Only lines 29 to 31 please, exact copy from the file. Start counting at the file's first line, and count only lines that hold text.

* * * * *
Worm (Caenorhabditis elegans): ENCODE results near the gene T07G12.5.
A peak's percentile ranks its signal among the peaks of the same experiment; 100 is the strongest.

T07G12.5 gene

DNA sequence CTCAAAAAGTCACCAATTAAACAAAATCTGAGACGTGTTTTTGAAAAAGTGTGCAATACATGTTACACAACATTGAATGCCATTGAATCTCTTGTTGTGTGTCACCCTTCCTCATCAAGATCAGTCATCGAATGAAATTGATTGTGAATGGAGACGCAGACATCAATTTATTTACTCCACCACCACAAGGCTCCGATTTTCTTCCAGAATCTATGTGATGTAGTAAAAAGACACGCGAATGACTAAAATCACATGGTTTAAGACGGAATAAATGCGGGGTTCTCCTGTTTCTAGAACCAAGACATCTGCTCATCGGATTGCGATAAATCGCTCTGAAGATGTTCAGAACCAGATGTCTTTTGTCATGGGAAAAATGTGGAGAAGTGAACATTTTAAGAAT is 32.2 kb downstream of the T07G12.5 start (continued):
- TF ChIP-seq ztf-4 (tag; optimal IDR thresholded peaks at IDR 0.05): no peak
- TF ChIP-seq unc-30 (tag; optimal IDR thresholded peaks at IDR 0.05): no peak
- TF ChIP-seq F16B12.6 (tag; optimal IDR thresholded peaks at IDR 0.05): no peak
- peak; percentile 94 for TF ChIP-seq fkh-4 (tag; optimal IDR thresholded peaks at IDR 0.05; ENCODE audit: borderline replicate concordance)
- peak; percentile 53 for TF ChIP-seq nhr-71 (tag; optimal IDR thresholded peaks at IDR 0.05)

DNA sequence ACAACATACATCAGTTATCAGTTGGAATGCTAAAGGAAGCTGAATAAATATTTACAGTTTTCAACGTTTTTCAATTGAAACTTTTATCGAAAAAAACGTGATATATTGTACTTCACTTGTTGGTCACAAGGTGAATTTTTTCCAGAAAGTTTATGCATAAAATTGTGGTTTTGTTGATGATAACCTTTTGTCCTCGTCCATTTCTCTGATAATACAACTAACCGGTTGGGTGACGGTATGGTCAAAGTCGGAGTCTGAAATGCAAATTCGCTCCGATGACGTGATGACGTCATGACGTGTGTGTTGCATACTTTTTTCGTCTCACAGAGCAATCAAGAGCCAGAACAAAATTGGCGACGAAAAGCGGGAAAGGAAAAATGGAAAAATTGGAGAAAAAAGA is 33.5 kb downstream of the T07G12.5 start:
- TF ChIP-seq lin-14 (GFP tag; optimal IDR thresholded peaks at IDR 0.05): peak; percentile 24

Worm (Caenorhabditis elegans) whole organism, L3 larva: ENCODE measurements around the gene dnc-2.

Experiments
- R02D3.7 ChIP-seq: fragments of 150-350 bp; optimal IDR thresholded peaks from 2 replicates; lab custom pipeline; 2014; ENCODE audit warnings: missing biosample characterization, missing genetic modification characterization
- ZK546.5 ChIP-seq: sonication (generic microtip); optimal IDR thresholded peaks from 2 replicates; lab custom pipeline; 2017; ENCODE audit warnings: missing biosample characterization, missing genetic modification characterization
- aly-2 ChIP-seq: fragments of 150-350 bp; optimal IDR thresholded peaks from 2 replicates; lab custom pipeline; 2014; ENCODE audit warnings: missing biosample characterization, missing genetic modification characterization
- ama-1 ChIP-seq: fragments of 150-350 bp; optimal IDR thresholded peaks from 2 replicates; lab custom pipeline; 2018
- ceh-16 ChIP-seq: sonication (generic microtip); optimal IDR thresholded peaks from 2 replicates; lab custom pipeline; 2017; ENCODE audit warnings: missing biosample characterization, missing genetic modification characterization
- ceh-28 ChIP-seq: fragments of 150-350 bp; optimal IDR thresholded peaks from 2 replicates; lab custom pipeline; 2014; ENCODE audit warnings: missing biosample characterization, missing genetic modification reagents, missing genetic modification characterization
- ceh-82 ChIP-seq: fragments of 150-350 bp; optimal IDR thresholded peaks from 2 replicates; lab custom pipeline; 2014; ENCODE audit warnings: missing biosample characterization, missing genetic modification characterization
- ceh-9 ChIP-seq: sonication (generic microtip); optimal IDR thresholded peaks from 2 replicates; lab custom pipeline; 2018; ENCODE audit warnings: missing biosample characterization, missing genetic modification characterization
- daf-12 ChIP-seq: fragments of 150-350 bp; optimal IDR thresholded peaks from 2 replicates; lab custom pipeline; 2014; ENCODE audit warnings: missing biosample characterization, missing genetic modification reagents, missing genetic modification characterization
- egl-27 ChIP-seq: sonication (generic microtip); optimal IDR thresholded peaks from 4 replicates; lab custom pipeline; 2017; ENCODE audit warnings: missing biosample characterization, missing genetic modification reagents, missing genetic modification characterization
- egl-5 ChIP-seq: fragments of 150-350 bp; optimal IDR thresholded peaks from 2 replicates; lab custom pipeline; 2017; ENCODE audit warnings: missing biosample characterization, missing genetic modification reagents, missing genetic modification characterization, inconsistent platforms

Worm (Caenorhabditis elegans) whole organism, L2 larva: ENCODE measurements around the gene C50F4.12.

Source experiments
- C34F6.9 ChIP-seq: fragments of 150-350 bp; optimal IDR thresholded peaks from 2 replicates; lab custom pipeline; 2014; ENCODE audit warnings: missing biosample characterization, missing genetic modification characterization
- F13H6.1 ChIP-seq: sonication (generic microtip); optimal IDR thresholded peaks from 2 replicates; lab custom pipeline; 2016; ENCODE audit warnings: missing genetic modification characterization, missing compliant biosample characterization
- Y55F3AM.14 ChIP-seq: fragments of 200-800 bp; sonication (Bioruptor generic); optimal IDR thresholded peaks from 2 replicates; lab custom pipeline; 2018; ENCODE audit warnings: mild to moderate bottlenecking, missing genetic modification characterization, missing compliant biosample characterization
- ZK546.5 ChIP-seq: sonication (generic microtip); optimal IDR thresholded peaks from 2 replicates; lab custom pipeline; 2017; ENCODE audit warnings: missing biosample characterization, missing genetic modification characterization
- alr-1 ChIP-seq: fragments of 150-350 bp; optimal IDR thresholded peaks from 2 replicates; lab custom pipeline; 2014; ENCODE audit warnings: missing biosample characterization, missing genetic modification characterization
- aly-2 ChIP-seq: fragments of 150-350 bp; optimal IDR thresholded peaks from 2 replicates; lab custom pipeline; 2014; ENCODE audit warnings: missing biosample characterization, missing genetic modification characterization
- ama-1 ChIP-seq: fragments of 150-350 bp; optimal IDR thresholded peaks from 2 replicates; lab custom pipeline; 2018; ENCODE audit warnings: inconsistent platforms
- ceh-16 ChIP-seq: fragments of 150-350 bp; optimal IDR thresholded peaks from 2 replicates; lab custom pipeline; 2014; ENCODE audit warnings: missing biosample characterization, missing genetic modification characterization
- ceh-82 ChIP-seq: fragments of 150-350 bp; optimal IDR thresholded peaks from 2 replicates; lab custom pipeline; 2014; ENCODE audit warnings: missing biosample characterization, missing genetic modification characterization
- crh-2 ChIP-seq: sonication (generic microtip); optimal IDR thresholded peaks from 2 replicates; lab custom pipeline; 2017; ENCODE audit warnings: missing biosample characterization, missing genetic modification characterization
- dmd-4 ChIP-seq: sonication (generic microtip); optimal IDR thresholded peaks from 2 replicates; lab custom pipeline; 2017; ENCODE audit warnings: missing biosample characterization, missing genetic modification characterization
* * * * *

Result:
- Y55F3AM.14 ChIP-seq: fragments of 200-800 bp; sonication (Bioruptor generic); optimal IDR thresholded peaks from 2 replicates; lab custom pipeline; 2018; ENCODE audit warnings: mild to moderate bottlenecking, missing genetic modification characterization, missing compliant biosample characterization
- ZK546.5 ChIP-seq: sonication (generic microtip); optimal IDR thresholded peaks from 2 replicates; lab custom pipeline; 2017; ENCODE audit warnings: missing biosample characterization, missing genetic modification characterization
- alr-1 ChIP-seq: fragments of 150-350 bp; optimal IDR thresholded peaks from 2 replicates; lab custom pipeline; 2014; ENCODE audit warnings: missing biosample characterization, missing genetic modification characterization